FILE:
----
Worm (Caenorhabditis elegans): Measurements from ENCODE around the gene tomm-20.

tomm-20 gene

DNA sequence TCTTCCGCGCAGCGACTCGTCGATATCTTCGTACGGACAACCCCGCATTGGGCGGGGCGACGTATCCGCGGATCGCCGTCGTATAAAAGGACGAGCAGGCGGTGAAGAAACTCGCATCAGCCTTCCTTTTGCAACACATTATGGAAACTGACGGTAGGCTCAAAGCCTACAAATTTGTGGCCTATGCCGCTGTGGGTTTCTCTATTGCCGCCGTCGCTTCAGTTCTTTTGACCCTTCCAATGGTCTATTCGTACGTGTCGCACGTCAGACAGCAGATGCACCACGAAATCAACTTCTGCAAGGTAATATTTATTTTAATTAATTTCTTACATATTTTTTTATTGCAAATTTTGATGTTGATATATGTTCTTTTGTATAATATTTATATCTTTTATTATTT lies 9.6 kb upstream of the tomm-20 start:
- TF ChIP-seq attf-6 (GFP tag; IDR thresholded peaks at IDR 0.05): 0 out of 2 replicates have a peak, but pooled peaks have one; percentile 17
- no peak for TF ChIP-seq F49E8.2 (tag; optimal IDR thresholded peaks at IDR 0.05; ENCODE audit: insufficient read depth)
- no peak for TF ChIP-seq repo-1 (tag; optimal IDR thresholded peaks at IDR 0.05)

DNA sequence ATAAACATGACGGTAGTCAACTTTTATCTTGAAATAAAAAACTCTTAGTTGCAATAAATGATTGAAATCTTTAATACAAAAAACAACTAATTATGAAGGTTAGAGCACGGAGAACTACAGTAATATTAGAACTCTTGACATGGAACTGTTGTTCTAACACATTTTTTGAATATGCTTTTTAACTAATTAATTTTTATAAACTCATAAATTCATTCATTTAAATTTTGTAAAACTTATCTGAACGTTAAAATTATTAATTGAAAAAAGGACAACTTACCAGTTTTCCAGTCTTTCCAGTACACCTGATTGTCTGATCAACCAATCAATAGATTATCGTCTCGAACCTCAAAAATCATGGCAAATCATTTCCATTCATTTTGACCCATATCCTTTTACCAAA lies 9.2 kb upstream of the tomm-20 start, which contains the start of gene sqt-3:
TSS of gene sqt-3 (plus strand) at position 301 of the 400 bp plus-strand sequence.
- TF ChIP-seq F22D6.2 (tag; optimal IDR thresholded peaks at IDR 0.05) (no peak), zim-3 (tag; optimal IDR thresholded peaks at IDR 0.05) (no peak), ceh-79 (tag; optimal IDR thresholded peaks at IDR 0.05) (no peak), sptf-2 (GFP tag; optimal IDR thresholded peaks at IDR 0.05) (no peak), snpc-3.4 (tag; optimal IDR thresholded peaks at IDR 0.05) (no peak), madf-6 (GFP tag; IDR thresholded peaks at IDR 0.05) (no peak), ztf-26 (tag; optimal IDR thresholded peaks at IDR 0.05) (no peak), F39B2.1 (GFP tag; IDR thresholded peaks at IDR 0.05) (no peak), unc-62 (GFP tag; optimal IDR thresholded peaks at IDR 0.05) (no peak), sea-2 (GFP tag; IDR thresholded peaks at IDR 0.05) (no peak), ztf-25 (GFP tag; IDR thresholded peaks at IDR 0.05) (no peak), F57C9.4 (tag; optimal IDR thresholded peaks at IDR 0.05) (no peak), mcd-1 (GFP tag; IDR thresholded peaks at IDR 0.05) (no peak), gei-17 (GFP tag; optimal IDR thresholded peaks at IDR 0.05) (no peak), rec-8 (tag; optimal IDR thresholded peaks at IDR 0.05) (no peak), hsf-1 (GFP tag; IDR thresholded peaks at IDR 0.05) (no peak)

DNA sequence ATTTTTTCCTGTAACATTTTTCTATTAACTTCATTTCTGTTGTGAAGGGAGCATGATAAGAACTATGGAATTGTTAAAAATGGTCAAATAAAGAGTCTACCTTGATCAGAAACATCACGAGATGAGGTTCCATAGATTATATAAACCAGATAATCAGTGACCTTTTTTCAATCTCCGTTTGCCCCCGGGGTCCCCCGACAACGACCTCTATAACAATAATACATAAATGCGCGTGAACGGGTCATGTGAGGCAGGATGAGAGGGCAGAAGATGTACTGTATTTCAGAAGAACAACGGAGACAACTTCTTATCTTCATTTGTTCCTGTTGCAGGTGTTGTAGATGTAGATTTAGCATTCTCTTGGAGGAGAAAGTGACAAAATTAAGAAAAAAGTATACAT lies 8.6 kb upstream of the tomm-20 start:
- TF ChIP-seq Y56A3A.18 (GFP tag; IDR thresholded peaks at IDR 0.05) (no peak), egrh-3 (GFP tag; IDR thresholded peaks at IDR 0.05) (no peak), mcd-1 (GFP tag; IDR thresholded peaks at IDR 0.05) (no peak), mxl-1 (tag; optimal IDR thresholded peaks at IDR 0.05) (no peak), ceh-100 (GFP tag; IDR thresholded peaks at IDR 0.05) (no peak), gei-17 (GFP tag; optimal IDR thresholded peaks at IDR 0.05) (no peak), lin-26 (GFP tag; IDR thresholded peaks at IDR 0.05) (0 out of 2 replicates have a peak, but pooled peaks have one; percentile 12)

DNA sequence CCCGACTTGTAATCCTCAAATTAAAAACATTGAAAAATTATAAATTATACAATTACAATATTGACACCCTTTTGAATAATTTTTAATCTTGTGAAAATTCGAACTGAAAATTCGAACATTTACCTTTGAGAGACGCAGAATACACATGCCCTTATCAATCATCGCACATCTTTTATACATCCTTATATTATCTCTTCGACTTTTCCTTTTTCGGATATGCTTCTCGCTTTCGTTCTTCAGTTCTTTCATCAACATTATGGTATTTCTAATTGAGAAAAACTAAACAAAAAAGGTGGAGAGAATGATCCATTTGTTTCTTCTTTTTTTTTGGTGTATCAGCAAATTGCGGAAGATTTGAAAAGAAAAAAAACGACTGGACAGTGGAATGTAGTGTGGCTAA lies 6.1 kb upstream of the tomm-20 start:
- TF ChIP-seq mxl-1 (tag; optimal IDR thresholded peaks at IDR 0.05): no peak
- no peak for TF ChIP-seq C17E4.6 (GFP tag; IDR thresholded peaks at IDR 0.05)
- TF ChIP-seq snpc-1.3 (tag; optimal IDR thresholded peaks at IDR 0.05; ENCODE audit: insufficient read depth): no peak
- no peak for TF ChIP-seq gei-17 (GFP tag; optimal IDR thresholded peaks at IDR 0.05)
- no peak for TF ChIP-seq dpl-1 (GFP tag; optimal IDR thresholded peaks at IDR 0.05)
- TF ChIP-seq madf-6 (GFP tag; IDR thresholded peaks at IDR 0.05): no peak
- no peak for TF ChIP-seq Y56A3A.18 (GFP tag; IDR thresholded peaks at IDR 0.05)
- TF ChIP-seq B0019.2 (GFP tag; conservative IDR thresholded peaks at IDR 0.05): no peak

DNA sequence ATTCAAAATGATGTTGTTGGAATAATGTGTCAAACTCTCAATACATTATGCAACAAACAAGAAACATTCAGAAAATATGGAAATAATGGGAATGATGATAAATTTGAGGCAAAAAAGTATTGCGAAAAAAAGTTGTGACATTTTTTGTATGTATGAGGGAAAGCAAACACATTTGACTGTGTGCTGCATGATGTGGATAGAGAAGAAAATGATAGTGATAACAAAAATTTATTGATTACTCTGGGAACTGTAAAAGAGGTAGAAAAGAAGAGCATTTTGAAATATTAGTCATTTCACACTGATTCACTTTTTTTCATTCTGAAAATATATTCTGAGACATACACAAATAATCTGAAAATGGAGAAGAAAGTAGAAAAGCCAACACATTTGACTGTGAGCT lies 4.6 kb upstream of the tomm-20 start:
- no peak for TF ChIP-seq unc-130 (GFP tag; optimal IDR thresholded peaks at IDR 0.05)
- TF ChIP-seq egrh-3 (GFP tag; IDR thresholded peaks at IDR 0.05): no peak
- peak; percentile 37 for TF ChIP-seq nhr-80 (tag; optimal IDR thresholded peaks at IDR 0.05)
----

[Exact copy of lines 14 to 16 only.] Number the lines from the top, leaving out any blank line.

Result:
- no peak for TF ChIP-seq C17E4.6 (GFP tag; IDR thresholded peaks at IDR 0.05)
- TF ChIP-seq snpc-1.3 (tag; optimal IDR thresholded peaks at IDR 0.05; ENCODE audit: insufficient read depth): no peak
- no peak for TF ChIP-seq gei-17 (GFP tag; optimal IDR thresholded peaks at IDR 0.05)